Monday, 28 July 2014

Acadian Descendant Resists Eviction, Lives in National Park Decades Later

A hand-painted sign marks the property claimed by Acadian
descendant, Jackie Vautour, within Kouchibouguac National Park
and warns against trespassing by government employees.

Over the last year, I have become increasingly aware of and disturbed by contemporary cases of legally sanctioned theft by means of expropriation, also known as eminent domain. These government expropriations (i.e. legalized invasions and occupations of private properties) have resulted in forced evictions and demolitions of family homes, businesses and even entire neighbourhoods throughout North America.

Recent cases of government-sponsored property rights abuses, such as that of Ontario farmer Frank Meyers, have garnered some national media attention, and sparked public outcry. But growing awareness of and opposition to the issue of expropriation has done little to curb its practice, or even to protect individual property owners against these instances of government aggression.

Government abuse of, and total disregard for property rights is by no means a new trend in North America, and has been occurring since the continent was first settled by Europeans. The expulsion of the Acadians, or the first Acadian deportation occurred in the mid-seventeen hundreds, when the French-speaking inhabitants (Acadians) of what is now the Canadian Maritimes and northern New England were forcibly relocated by the British Imperialists throughout the American colonies, with some deported to France.

The Acadians, a largely ungoverned people since their settling of the continent in the early 1600s, were victims of the imperial battle between the British and French governments for the North American continent.

A contemporary case of expropriation with startling echoes of the Acadian expulsion, sometimes referred to as the second Acadian deportation, has recently come to my attention.  In the late 1960s, the Canadian and New Brunswick governments began an expropriation campaign to make way for Kouchibouguac National Park. The expropriation would account for the displacement of about 250 families, largely farmers and fishermen, and mostly of Acadian descent.

Despite early resistance from those families whose property was being expropriated, most eventually took the $5000-$7000 offered by the government for their land, and reluctantly accepted the reality of relocation. Many even accepted employment with Parks Canada at the newly established national park.

One man and his family, however, refused to surrender their home and livelihood (the expropriation also entailed surrender of fishing rights) to the government.

Painting of the Vautour home being demolished.
By Rocky Vautour (Jackie's son)

For seven years, Jackie Vautour steadfastly refused to sell his land to the government. With the Vautours unwilling to leave, in 1976, they were forcibly evicted, and their home demolished by the New Brunswick Department of Natural Resources. Shortly thereafter, in 1977, Jackie Vautour, his wife and their children returned to the site of their home, where they took up residence in tents.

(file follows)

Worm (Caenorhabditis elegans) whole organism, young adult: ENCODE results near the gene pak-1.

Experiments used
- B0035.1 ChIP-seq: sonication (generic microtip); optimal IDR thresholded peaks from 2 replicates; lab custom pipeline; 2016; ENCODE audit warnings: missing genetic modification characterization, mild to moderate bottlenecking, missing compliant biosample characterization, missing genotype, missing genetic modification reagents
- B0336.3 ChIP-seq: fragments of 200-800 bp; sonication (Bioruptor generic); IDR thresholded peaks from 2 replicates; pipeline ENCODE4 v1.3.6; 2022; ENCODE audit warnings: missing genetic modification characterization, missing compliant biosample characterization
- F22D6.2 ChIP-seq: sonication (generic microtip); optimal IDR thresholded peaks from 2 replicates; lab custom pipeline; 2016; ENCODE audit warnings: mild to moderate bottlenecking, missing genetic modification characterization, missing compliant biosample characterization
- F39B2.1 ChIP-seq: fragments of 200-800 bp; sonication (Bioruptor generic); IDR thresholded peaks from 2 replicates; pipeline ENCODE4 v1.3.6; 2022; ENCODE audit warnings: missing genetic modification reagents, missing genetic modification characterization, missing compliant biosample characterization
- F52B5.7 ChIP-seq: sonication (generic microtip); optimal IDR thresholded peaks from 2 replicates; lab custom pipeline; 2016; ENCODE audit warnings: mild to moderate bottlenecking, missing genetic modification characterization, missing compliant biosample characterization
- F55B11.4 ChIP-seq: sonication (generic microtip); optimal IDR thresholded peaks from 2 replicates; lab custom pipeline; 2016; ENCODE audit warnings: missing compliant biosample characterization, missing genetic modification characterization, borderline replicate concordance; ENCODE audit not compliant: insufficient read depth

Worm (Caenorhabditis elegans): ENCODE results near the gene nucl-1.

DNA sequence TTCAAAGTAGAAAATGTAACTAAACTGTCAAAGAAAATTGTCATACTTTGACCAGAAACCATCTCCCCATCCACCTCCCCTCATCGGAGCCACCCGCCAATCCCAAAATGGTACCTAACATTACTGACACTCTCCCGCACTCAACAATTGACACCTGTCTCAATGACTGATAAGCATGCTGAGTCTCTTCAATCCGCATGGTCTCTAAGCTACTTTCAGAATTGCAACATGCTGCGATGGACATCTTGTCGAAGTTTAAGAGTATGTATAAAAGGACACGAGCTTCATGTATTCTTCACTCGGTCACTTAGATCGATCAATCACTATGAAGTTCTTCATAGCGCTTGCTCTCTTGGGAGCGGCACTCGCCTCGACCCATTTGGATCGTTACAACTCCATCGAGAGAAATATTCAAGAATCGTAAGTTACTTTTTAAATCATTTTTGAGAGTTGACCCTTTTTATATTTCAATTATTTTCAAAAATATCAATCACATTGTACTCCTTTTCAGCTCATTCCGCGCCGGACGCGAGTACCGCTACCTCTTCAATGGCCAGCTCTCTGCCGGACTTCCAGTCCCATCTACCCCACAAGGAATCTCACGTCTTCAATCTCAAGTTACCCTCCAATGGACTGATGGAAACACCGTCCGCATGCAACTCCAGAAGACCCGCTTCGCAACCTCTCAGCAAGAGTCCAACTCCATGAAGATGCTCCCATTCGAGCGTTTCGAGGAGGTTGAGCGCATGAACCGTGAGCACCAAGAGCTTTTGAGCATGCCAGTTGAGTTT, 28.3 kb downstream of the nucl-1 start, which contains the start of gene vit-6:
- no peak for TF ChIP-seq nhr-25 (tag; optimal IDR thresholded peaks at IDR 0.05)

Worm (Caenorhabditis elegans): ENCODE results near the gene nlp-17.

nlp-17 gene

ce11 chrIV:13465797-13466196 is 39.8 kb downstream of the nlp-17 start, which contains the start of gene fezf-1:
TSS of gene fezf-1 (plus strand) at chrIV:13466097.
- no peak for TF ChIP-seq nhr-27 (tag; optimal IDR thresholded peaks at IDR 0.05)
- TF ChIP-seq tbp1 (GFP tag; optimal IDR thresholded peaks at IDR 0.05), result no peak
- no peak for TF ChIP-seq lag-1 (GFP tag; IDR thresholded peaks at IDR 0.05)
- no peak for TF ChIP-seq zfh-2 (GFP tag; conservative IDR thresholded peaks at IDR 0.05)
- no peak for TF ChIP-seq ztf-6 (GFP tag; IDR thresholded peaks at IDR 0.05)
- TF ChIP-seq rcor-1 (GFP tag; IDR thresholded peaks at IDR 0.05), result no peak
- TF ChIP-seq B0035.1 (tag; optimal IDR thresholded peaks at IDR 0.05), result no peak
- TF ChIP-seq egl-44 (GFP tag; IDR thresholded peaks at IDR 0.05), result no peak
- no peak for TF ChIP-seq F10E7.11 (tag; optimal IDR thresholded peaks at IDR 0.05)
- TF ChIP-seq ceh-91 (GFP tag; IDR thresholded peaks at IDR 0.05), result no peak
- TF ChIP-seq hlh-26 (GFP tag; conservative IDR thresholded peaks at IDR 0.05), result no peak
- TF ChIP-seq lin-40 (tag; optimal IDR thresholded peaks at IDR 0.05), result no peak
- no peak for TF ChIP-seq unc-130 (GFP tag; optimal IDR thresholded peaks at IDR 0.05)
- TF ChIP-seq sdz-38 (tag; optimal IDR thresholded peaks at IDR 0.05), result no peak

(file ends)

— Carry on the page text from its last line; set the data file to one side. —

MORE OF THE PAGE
Jackie Vautour and his wife have remained at the site of their original home to this day. Over the course of several decades, the Vautours have lived in tents and other makeshift shelters. However, with little money, and their livelihood constantly threatened by the government (the Vautours have been arrested on several occasions for illegally fishing), their living environment has deteriorated in recent years.

Jackie Vautour and his wife, Yvonne.
Earlier this year, local businessmen donated a temporary shelter in the form of a mobile trailer, and the children of Jackie and Yvonne Vautour have started a fundraising campaign to raise money to buy or build a more permanent and safe structure for the Vautours to call home in the middle of Kouchibouguac National Park, where they have remained for more than thirty years, in bold defiance of government aggressors.

Jackie Vautour is a largely unsung hero, who has confidently and consistently asserted his right to his property. How successful might government expropriation campaigns continue to be if more property owners refused to surrender, not only by demanding their rights be respected by governments in courtrooms, but by exercising their property ownership in a very real way, by occupying and using their land in spite of an arbitrary legal framework that tells them they don’t own it?

For more information about the Vautour family's fundraising campaign, visit their Facebook page.

Click here to donate to the campaign.

Learn more about the second Acadian deportation, the Kouchibouguac expropriations, at .


  1. Unfortunately they still struggle to this very day.

  2. Here is the link for the fundraiser for our fighting M├ętis-Acadian couple!

    1. Thanks Simon, I've added the link to the main text of the post.